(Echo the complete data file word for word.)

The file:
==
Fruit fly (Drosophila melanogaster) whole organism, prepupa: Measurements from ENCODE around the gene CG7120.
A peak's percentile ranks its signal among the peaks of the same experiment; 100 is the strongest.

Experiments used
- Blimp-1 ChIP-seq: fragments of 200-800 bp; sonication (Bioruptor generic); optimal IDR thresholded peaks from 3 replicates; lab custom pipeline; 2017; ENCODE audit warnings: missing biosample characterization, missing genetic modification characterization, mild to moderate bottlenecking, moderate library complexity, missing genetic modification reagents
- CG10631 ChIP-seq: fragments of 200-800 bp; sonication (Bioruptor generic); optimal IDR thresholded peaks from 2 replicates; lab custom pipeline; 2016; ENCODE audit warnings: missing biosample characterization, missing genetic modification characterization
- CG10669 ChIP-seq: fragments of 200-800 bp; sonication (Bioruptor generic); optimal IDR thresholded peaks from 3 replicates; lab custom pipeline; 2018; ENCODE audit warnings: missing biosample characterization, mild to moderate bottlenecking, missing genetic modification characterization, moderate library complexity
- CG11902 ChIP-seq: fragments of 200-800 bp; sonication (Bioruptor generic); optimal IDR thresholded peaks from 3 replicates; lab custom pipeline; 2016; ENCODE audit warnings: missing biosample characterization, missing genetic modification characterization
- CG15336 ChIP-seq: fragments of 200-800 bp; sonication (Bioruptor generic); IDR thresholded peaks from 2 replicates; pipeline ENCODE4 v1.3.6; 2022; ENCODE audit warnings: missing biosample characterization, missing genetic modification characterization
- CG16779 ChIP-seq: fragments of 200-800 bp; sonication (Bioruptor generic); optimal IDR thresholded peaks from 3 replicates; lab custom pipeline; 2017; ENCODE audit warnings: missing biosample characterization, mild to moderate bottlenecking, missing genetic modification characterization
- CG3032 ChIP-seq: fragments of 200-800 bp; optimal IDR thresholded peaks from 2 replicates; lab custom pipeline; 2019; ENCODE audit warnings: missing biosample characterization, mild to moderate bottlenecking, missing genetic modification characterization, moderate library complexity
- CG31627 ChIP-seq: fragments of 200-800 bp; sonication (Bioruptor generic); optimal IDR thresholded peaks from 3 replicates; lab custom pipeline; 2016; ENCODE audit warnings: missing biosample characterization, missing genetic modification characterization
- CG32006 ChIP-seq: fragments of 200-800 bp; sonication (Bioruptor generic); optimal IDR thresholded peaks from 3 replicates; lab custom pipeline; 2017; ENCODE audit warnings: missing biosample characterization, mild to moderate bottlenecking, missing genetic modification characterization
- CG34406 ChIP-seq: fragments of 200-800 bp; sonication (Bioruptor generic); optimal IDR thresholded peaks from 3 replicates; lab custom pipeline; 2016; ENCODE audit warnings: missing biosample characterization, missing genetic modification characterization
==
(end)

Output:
Fruit fly (Drosophila melanogaster) whole organism, prepupa: Measurements from ENCODE around the gene CG7120.
A peak's percentile ranks its signal among the peaks of the same experiment; 100 is the strongest.

Experiments used
- Blimp-1 ChIP-seq: fragments of 200-800 bp; sonication (Bioruptor generic); optimal IDR thresholded peaks from 3 replicates; lab custom pipeline; 2017; ENCODE audit warnings: missing biosample characterization, missing genetic modification characterization, mild to moderate bottlenecking, moderate library complexity, missing genetic modification reagents
- CG10631 ChIP-seq: fragments of 200-800 bp; sonication (Bioruptor generic); optimal IDR thresholded peaks from 2 replicates; lab custom pipeline; 2016; ENCODE audit warnings: missing biosample characterization, missing genetic modification characterization
- CG10669 ChIP-seq: fragments of 200-800 bp; sonication (Bioruptor generic); optimal IDR thresholded peaks from 3 replicates; lab custom pipeline; 2018; ENCODE audit warnings: missing biosample characterization, mild to moderate bottlenecking, missing genetic modification characterization, moderate library complexity
- CG11902 ChIP-seq: fragments of 200-800 bp; sonication (Bioruptor generic); optimal IDR thresholded peaks from 3 replicates; lab custom pipeline; 2016; ENCODE audit warnings: missing biosample characterization, missing genetic modification characterization
- CG15336 ChIP-seq: fragments of 200-800 bp; sonication (Bioruptor generic); IDR thresholded peaks from 2 replicates; pipeline ENCODE4 v1.3.6; 2022; ENCODE audit warnings: missing biosample characterization, missing genetic modification characterization
- CG16779 ChIP-seq: fragments of 200-800 bp; sonication (Bioruptor generic); optimal IDR thresholded peaks from 3 replicates; lab custom pipeline; 2017; ENCODE audit warnings: missing biosample characterization, mild to moderate bottlenecking, missing genetic modification characterization
- CG3032 ChIP-seq: fragments of 200-800 bp; optimal IDR thresholded peaks from 2 replicates; lab custom pipeline; 2019; ENCODE audit warnings: missing biosample characterization, mild to moderate bottlenecking, missing genetic modification characterization, moderate library complexity
- CG31627 ChIP-seq: fragments of 200-800 bp; sonication (Bioruptor generic); optimal IDR thresholded peaks from 3 replicates; lab custom pipeline; 2016; ENCODE audit warnings: missing biosample characterization, missing genetic modification characterization
- CG32006 ChIP-seq: fragments of 200-800 bp; sonication (Bioruptor generic); optimal IDR thresholded peaks from 3 replicates; lab custom pipeline; 2017; ENCODE audit warnings: missing biosample characterization, mild to moderate bottlenecking, missing genetic modification characterization
- CG34406 ChIP-seq: fragments of 200-800 bp; sonication (Bioruptor generic); optimal IDR thresholded peaks from 3 replicates; lab custom pipeline; 2016; ENCODE audit warnings: missing biosample characterization, missing genetic modification characterization